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Timmins MPP says premier playing politics with issue of vaccination passports

MPP Bisson believes the idea of vaccine passports should at least be explored further
gilles-bisson 2017
File photo of Gilles Bisson

TIMMINS — The MPP for Timmins believes Premier Doug Ford is putting politics ahead of science by dismissing the need for vaccination passports in Ontario.

While not coming out and saying he is in favour of using proof of vaccination to allow greater freedom of movement by residents, MPP Gilles Bisson said it should be explored further rather than dismissed outright.

“The science community is suggesting that there should be some sort of passport or control to allow people who are vaccinated to have dinner or have access to events,” Bisson said. “I sympathize because that’s a tough call to make. The Conservatives, their support base has really been made at them for the way they have handled this pandemic and some of the things such as lockdowns.

“So, I think this is more of a political decision than a scientific one. I think he’s thinking we’re 10 months before the next election, so I don’t need to make my base any madder. The reality is their base is going to vote for him anyway, so I’m not quite sure why take that position.”

Meanwhile, Ontario’s neighbouring provinces have announced plans for vaccination passports or similar documents.

Manitoba has started providing proof-of-immunization cards, allowing residents to skip quarantine when returning from travel and easier access to visit those in hospital and long-term care facilities.

Quebec’s government has said it will go with a vaccine passport this fall if a fourth wave of COVID-19 hits. It would be used to access activities such as gyms, concerts, sport events, festivals, bars and other activities thought to have a high risk of spreading the virus.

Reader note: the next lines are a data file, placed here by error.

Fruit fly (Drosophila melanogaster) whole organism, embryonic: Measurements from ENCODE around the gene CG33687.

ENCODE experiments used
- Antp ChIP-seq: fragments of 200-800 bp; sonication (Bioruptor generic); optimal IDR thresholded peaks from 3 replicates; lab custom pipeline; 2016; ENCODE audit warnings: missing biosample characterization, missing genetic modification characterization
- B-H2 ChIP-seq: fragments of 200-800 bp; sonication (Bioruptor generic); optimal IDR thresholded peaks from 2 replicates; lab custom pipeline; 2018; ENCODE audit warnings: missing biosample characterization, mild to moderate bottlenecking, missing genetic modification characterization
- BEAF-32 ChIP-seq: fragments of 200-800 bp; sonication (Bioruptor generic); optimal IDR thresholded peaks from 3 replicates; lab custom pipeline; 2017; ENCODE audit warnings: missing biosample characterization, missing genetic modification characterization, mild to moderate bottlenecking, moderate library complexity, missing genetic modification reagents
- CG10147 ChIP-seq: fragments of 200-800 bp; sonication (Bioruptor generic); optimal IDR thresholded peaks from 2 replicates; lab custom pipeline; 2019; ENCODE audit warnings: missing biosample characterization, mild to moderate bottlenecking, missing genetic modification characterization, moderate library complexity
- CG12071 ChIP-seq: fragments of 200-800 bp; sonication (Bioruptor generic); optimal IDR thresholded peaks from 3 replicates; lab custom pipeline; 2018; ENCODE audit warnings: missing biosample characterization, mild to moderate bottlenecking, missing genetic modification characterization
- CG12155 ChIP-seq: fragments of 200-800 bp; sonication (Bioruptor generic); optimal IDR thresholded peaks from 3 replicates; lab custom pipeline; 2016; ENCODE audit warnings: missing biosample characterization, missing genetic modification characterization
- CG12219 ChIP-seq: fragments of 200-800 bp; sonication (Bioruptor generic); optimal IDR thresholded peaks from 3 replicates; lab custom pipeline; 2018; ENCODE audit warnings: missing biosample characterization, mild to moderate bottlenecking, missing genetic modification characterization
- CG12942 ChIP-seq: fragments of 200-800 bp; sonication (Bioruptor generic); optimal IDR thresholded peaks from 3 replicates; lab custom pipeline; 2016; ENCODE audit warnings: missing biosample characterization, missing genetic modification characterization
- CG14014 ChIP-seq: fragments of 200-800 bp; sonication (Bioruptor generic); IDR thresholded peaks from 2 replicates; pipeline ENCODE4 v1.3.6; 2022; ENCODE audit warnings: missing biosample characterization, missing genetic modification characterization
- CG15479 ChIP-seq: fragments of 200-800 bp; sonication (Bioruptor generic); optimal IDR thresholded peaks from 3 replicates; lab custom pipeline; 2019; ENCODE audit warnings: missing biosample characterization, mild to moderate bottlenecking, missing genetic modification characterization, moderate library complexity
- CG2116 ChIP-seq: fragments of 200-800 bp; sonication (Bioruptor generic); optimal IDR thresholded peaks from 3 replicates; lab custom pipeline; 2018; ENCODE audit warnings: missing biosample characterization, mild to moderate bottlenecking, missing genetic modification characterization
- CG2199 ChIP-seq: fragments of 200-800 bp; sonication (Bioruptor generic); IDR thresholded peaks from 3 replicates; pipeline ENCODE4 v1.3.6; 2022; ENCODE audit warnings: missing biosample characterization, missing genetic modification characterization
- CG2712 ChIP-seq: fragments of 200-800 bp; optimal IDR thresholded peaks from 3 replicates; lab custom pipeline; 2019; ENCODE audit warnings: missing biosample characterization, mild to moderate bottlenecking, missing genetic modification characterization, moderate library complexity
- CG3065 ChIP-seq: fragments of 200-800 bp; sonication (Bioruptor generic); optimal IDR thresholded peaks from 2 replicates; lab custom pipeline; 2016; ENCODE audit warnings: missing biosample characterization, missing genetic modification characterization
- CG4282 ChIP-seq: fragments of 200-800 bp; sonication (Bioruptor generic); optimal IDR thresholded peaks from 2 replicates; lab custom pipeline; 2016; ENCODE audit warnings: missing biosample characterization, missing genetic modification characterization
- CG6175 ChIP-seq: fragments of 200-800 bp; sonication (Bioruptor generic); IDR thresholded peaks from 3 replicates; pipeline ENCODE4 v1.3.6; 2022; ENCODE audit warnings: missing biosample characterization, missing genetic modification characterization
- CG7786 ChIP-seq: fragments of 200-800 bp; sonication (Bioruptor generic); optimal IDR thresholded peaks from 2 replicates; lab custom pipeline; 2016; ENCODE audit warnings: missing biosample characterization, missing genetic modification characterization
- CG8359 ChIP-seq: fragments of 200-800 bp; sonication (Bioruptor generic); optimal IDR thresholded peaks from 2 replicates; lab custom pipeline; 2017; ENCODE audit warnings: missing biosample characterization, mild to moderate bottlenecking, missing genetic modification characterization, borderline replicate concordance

Internationally, several jurisdictions, such as France, has announced plans for a vaccination passport.

The federal government is looking to provide a Canadian proof of vaccination by December to allow residents to travel abroad to nations requiring such documentation. Residents would provide their provincial proof of vaccination to get the travel ID.

Bisson said some kind of plan is needed by provincial leaders.

“The difficulty with him not doing anything, and that’s the point I really want to make here, is that it’s leaving it up to individual businesses and institutions to come up with their own policies to deal with it,” he explained. “If we have one of the gyms in town that says you don’t come into here unless you’re vaccinated. It puts them in a bit of an awkward position in order to do that, but they’re making sure their customers are safe and their staff is safe.

“In the absence of having the province establish some kind of policy, and dismiss it offhand and not have any policy, it’s difficult for small businesses and organizations who have to deal with this.”

He said planning is vital to avoid more drastic measures, like another lockdown, if COVID-19 numbers significantly increase in Ontario.

“Should it be done? I think that needs to be fleshed out,” he said. “The scientific community is saying yes. The medical association, the nurses’ association and others are saying there needs to be something like that done.

“It’s a tough call for any government. In the end, we’ll see what happens. If we get a fourth wave, maybe we’re going to have to do this.”

He said it is unfair to put the burden of such an important decision on the shoulders of the business community

“The premier should provide some sort of direction on it because he is leaving everybody, small businesses and others, to do it on their own,” Bisson said. “That’s not leadership. That’s not why we have a premier and a cabinet.

“A premier and a cabinet are there to make decisions, and sometimes they’re the tough ones.”